The murder of seven veterans at a West Virginia Department of Veterans Affairs hospital and thousands of missed diagnoses by a pathologist who was drunk on the job at a Fayetteville, Arkansas, facility are signs that the Veterans Health Administration, or VHA, has significant leadership and cultural problems, according to the VA's top watchdog.
VA Inspector General Michael Missal said Wednesday that such egregious events should not be treated as "one-offs" but should be used as painful lessons to transform the culture at the department's medical centers, with many working well but others staffed by employees who are "complacent and disengaged."
"Incidents in Fayetteville, Arkansas, and Clarksburg, West Virginia, serve as devastating examples of the most catastrophic consequences of disengaged leadership and the dangerous culture that is fostered when leaders are not attentive to and invested in their staff and the veterans they serve," Missal told members of the Senate Veterans Affairs Committee during a hearing on patient safety Wednesday.
Reta Mays pleaded guilty in 2020 to murdering seven veteran patients at the Louis A. Johnson VA Medical Center in Clarksburg, West Virginia, injecting them with deadly doses of insulin between 2017 and 2018.
A subsequent investigation found that staff did not vet Mays before hiring her, which would have revealed previous marks on her employment history, and they failed to follow procedures for securing pharmaceuticals or notice that doses of insulin were missing. They also failed to conduct investigations following the series of unexpected deaths in patients who all had unusually high blood sugar levels.
In Fayetteville, two patients died and more than 3,000 discrepancies resulted from pathology interpretations by Dr. Robert Morris Levy, who worked at the VA from 2005 to 2018, a period during which he was suspected of being impaired at work.
A VA Office of Inspector General investigation said a conviction of drunk driving before he was hired should have triggered close supervision during his employment probation period, but he received very little oversight. Leadership also failed to manage Levy, despite concerns from subordinates, and placed him in a position of authority.
"The events leading to these failings are often nuanced and multifactorial. However, common contributing factors the OIG has identified are poor, inconsistent, or ineffective leadership that cultivate a complacent and disengaged medical facility culture in which the VHA goal of 'zero patient harm' is improbable, if not impossible," Missal said.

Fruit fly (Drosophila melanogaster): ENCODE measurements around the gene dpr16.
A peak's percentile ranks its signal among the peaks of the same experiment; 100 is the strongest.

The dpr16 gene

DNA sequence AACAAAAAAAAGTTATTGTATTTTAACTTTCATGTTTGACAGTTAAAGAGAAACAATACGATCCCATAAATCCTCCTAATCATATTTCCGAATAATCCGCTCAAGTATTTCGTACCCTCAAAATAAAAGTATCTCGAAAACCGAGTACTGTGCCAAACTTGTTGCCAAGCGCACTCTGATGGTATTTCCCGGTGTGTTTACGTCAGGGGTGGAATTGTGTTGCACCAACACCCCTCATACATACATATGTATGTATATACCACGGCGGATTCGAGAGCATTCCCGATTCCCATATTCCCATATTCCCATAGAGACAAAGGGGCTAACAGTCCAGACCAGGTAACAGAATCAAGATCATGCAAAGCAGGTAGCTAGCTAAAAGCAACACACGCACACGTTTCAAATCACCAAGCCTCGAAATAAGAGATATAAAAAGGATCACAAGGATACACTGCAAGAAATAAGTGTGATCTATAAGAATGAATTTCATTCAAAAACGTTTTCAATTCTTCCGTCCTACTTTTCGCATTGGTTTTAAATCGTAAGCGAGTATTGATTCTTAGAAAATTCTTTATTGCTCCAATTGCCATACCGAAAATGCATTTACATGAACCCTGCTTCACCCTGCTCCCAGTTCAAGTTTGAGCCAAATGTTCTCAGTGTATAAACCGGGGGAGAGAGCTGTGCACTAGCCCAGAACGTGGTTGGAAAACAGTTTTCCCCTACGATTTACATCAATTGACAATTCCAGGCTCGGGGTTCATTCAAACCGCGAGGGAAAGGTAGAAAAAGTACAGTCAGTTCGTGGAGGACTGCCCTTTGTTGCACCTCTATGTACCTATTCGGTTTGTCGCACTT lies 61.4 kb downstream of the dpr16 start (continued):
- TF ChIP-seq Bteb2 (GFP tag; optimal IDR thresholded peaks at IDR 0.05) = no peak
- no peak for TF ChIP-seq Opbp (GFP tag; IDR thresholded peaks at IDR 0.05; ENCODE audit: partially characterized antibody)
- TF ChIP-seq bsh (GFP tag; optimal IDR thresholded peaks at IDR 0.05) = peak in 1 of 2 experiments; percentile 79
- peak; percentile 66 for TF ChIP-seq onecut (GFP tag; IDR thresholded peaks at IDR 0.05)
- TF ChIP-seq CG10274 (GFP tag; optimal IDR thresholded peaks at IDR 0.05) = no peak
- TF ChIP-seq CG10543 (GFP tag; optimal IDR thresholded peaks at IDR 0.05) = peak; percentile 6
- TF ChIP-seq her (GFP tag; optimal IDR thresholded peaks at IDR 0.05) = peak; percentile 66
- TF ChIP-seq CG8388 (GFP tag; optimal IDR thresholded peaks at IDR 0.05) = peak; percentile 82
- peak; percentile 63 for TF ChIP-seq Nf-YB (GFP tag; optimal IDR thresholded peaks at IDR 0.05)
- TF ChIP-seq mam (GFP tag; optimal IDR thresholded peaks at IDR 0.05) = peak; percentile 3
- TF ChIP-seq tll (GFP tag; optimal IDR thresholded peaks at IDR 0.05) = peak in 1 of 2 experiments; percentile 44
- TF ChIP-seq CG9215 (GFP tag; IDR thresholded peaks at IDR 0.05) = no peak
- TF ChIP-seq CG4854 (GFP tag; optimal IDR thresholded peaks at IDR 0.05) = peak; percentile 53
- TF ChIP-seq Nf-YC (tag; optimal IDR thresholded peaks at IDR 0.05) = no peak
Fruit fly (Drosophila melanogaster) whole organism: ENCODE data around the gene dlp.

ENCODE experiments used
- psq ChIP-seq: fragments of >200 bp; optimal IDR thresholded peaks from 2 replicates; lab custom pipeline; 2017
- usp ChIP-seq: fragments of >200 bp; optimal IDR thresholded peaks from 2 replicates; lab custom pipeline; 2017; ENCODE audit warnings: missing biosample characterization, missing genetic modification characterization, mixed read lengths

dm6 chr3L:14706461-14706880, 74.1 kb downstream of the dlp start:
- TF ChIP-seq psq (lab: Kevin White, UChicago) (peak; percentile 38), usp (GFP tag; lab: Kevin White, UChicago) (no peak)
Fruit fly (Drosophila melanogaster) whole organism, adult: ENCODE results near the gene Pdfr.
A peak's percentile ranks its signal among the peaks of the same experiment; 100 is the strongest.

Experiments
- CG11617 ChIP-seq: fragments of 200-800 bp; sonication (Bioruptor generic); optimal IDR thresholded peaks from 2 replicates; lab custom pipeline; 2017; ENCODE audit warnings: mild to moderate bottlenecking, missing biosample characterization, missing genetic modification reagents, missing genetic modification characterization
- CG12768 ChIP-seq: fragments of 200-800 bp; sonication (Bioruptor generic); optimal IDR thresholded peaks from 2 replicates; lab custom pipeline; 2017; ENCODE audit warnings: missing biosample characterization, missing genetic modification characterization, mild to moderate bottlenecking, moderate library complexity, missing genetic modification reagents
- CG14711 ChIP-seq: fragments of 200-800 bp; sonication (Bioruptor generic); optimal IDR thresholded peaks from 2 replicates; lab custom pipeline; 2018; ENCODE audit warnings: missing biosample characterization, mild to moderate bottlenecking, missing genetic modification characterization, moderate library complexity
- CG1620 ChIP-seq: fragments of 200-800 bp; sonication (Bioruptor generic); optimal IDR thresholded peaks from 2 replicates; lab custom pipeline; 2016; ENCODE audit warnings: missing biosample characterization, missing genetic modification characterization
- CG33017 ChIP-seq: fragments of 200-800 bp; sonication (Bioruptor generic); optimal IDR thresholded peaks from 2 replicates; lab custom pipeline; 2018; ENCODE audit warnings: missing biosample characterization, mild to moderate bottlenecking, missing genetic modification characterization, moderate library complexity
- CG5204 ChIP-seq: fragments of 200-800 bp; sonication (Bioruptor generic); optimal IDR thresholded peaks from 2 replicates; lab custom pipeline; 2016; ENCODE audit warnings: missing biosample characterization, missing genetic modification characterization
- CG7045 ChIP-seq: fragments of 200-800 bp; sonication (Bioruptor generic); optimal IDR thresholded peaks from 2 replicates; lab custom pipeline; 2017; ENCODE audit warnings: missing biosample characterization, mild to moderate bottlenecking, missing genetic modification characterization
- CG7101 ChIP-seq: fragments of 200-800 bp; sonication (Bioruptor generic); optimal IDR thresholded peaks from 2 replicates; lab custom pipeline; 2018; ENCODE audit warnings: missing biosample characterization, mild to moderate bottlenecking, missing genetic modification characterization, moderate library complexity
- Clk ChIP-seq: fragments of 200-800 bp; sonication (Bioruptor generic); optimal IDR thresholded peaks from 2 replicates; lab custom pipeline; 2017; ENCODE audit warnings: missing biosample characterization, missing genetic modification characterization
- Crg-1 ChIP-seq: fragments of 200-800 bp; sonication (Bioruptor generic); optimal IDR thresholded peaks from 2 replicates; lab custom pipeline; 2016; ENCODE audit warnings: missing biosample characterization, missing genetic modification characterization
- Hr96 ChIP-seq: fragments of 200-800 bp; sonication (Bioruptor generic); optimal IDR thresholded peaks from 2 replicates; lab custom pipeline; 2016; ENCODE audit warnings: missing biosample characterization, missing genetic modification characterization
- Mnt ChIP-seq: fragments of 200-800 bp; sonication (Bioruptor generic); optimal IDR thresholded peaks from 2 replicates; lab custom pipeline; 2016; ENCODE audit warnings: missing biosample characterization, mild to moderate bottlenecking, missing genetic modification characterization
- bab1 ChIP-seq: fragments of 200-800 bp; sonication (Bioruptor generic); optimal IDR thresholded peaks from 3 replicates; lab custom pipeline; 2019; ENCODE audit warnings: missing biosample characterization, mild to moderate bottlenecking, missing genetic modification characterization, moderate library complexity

During the hearing, West Virginia Sen. Joe Manchin called out VA leaders for a lack of accountability and noted that he didn't learn much about the investigation until Missal briefed him.
"Individuals in places of leadership were able simply to resign with benefits, like retirement benefits. ... How do the people stay in the system? How are they able to stay until retirement?" the Democrat said.
Missal called for a top-down overhaul of hospital culture from "the highest levels” of leadership at the Veterans Health Administration.
"VHA staff have repeatedly overcome extraordinary obstacles to meet the complex needs of veterans," Missal said. "The OIG continues to emphasize the need for a cultural transformation within VHA, guided by accountable and attentive leaders that prioritize the safety of each veteran they encounter."
The Veterans Health Administration has not had a permanent undersecretary in five years, since Dr. David Shulkin was promoted to VA secretary in 2017.
During his confirmation hearing on April 27, the nominee for the position, Dr. Shereef Elnahal, pledged to invest in the VHA leadership and staff, as he has in his current job heading University Hospital in Newark, New Jersey.
"In addition to leading the hospital through the pandemic before I arrived, the hospital was under the oversight of a state monitor for failures in care quality, patient safety, financial performance, and poor community trust. Together with my workforce, I turned that hospital around by investing in a culture of respect and accountability," Elnahal said.
During the Wednesday hearing on patient safety, Dr. Gregg Meyer, a professor of medicine at Massachusetts General Hospital and Harvard Medical School, warned Congress not to extrapolate the issues seen at the Fayetteville and Clarksburg VA hospitals across the system, adding that numerous studies show that, by many measures, patient outcomes at the VA are better than in civilian health care.
"The American public should be both reassured yet unsatisfied with the quality of care provided to its veterans," Meyer said. "Reassured that the care provided by the VA's direct care system is comparable to and oftentimes better than that available in civilian facilities ... yet unsatisfied that we can do better by veterans by continuing to improve care, learning from failures and ensuring that they have high-quality care regardless of where they access the system."
-- Patricia Kime can be reached at Patricia.Kime@Military.com. Follow her on Twitter @patriciakime